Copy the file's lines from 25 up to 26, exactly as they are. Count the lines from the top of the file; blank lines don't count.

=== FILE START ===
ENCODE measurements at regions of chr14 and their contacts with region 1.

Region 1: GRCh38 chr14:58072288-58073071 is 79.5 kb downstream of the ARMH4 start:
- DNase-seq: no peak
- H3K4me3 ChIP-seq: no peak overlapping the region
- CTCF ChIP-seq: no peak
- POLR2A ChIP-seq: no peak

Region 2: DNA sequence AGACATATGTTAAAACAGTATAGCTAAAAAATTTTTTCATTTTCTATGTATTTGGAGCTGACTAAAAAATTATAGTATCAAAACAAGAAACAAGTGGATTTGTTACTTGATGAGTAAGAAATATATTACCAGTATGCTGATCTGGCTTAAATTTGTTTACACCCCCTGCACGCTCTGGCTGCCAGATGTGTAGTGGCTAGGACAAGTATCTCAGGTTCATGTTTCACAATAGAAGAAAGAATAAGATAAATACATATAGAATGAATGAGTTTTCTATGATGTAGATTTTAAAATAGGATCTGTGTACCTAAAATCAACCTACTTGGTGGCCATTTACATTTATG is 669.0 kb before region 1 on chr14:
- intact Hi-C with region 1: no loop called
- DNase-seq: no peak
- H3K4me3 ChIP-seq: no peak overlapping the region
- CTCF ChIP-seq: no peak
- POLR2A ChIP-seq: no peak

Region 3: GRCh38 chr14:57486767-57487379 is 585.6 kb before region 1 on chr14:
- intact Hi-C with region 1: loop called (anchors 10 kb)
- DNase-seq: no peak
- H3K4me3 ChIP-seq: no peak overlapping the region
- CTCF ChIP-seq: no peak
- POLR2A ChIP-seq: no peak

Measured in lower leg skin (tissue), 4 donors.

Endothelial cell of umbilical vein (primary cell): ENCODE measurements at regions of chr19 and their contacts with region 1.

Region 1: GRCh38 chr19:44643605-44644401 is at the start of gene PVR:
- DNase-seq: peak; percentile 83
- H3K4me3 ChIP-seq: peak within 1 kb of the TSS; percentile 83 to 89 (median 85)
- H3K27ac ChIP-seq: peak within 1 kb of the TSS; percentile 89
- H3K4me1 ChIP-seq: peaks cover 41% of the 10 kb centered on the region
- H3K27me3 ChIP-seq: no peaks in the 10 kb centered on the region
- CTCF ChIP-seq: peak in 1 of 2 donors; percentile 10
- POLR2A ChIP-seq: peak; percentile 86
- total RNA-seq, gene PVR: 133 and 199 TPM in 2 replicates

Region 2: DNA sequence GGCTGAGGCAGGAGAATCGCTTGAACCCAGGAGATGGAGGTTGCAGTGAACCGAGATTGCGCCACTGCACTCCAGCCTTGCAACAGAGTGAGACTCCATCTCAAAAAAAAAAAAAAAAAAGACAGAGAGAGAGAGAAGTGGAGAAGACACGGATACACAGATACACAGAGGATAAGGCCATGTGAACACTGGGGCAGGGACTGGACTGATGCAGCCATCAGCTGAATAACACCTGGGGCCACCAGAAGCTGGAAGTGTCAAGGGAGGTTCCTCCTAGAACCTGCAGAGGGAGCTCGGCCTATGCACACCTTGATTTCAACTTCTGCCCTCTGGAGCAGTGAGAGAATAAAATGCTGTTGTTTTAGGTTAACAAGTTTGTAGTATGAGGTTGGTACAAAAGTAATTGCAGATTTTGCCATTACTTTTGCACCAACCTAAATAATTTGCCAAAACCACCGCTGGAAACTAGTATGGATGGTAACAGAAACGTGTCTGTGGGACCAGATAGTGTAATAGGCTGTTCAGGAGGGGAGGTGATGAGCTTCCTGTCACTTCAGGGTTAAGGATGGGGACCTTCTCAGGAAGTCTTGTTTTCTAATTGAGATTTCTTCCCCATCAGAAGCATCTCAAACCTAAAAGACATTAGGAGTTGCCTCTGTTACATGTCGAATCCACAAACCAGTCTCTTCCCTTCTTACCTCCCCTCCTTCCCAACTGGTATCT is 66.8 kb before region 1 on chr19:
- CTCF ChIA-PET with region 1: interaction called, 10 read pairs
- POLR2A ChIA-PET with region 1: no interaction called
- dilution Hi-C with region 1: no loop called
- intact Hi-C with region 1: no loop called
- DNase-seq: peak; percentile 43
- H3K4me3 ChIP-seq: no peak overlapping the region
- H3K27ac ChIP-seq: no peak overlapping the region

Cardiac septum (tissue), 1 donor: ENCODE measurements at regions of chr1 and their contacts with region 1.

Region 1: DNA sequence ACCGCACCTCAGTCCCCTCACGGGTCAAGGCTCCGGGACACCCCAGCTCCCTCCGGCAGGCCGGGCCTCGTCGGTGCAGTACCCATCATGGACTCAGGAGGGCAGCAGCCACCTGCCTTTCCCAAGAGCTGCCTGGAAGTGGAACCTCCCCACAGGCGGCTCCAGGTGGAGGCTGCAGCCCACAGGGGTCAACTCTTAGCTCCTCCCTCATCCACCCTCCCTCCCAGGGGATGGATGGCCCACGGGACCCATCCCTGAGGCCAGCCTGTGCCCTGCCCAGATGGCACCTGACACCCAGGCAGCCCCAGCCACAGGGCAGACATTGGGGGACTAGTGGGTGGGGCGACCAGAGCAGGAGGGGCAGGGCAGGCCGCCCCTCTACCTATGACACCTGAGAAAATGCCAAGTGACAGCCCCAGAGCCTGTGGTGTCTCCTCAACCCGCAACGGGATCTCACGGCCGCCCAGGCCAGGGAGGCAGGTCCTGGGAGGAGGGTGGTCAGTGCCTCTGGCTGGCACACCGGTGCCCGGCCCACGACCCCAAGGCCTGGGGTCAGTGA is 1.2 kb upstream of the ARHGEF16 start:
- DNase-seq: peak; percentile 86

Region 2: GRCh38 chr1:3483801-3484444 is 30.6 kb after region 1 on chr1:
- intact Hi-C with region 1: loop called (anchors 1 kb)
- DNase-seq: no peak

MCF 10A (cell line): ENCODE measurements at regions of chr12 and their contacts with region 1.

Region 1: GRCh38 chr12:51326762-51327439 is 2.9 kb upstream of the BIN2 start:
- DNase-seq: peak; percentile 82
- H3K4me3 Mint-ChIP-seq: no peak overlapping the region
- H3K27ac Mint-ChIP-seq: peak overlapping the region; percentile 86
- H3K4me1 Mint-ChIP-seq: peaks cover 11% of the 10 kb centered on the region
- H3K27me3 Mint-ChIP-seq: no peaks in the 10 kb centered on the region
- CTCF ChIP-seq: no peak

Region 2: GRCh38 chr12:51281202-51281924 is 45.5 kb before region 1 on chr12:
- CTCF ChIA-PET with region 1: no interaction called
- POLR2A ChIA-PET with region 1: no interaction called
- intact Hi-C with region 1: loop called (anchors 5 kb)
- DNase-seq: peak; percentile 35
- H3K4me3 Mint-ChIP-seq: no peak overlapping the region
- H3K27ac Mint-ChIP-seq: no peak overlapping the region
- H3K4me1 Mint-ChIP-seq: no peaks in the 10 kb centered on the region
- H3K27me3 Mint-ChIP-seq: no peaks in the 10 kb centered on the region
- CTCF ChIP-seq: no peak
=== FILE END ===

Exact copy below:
- H3K4me1 ChIP-seq: peaks cover 41% of the 10 kb centered on the region
- H3K27me3 ChIP-seq: no peaks in the 10 kb centered on the region